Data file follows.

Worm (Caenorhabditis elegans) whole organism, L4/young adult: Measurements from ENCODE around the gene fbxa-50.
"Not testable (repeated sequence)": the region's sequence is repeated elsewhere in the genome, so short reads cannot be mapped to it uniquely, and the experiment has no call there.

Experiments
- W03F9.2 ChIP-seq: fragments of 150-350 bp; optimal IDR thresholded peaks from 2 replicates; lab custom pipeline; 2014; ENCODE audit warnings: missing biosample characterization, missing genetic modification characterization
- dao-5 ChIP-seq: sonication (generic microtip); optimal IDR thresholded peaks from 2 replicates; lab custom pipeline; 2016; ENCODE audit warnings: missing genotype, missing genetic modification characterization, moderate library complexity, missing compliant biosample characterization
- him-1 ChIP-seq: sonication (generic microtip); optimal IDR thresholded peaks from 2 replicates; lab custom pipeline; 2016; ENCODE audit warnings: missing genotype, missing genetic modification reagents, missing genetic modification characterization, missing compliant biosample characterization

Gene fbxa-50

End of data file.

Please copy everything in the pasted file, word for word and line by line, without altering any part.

Worm (Caenorhabditis elegans) whole organism, L4/young adult: Measurements from ENCODE around the gene fbxa-50.
"Not testable (repeated sequence)": the region's sequence is repeated elsewhere in the genome, so short reads cannot be mapped to it uniquely, and the experiment has no call there.

Experiments
- W03F9.2 ChIP-seq: fragments of 150-350 bp; optimal IDR thresholded peaks from 2 replicates; lab custom pipeline; 2014; ENCODE audit warnings: missing biosample characterization, missing genetic modification characterization
- dao-5 ChIP-seq: sonication (generic microtip); optimal IDR thresholded peaks from 2 replicates; lab custom pipeline; 2016; ENCODE audit warnings: missing genotype, missing genetic modification characterization, moderate library complexity, missing compliant biosample characterization
- him-1 ChIP-seq: sonication (generic microtip); optimal IDR thresholded peaks from 2 replicates; lab custom pipeline; 2016; ENCODE audit warnings: missing genotype, missing genetic modification reagents, missing genetic modification characterization, missing compliant biosample characterization

Gene fbxa-50